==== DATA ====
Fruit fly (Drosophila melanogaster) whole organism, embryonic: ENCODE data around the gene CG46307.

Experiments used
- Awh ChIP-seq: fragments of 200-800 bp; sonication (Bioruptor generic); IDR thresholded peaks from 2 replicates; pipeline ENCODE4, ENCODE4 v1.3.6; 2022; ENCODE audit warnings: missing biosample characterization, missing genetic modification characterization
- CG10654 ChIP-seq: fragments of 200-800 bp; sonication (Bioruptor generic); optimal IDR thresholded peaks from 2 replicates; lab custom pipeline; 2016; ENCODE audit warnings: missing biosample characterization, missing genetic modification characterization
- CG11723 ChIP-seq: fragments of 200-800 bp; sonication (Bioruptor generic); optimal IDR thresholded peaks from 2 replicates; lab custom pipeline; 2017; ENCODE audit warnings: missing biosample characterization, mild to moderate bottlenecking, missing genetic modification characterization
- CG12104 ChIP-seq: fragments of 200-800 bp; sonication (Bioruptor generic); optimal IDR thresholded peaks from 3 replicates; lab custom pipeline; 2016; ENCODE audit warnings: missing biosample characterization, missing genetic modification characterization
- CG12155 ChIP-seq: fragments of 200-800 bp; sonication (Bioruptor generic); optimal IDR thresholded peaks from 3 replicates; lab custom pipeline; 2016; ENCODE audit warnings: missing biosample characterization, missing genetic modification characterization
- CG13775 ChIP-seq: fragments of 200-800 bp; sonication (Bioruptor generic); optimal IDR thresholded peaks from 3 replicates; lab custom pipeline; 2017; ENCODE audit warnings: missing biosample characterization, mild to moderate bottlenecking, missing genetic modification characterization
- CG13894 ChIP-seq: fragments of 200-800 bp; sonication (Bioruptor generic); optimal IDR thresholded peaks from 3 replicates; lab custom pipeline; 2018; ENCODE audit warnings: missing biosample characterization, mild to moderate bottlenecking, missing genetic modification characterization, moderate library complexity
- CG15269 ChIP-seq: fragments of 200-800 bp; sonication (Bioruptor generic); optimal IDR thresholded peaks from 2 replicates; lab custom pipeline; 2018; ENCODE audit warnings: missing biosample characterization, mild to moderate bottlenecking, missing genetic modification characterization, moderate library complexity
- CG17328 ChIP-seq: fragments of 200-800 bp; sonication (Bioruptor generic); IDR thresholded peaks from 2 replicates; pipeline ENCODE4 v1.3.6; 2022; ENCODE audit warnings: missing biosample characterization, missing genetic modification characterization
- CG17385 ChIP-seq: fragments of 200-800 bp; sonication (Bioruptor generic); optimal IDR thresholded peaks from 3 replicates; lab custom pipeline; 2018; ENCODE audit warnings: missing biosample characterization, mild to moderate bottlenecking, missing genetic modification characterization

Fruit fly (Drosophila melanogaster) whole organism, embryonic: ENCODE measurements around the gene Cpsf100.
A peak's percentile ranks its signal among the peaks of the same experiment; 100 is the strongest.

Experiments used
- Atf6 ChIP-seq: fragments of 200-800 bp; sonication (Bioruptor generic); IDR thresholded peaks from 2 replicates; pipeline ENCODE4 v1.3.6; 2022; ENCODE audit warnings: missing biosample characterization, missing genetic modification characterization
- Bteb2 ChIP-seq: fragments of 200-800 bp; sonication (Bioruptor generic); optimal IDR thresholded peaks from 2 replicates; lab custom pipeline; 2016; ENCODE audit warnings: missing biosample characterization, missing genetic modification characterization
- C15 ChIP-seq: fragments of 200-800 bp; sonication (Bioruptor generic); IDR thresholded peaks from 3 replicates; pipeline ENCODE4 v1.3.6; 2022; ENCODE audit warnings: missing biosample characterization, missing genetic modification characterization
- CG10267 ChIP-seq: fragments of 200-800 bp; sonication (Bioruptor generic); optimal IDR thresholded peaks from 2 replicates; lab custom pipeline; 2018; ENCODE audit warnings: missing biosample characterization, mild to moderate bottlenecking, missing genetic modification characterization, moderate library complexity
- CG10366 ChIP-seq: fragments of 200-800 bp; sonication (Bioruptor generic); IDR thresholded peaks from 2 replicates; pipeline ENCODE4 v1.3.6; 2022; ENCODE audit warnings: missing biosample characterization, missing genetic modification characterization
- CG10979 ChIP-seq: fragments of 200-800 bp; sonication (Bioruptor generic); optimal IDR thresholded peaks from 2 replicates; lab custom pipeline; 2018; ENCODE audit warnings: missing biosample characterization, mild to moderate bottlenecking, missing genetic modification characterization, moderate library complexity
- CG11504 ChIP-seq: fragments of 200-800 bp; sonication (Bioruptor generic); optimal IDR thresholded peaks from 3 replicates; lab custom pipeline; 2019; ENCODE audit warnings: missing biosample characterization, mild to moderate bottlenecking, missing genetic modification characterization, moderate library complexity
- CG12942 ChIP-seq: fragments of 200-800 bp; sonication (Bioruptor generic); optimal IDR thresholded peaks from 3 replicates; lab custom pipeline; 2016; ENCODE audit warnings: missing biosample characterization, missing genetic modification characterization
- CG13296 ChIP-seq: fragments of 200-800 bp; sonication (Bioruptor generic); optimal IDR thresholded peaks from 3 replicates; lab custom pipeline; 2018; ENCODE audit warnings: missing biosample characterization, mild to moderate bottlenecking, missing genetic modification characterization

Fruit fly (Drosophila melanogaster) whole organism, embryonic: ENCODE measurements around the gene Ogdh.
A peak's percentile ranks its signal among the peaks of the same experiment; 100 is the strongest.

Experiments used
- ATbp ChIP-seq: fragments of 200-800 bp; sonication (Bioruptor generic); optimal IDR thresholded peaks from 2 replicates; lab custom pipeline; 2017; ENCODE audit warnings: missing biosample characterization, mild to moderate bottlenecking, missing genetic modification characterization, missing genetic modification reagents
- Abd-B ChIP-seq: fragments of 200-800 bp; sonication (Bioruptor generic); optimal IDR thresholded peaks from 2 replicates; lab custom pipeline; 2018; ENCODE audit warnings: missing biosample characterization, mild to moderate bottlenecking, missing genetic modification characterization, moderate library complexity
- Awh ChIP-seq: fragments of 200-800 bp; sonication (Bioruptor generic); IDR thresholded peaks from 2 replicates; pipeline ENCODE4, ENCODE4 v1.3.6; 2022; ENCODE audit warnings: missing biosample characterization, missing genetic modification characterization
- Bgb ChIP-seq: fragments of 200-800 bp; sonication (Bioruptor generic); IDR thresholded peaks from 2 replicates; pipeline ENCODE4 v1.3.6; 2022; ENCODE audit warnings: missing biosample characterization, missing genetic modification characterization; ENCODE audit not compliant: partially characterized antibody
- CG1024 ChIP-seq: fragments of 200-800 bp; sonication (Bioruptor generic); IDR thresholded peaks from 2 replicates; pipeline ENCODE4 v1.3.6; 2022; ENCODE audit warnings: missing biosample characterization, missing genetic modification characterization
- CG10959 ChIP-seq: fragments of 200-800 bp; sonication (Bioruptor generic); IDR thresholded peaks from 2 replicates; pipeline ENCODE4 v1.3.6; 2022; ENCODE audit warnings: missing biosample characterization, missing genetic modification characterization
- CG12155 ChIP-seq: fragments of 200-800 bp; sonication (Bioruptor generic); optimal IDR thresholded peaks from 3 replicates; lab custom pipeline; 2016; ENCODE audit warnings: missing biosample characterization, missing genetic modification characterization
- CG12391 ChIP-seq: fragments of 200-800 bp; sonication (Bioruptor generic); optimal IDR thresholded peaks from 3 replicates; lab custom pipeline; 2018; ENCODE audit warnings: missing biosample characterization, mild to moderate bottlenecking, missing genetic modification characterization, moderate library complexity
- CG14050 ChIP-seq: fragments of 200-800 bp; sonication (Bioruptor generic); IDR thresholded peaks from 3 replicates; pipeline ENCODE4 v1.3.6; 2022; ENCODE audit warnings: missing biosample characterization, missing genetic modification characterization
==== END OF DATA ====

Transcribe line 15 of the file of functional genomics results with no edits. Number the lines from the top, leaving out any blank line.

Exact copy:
Experiments used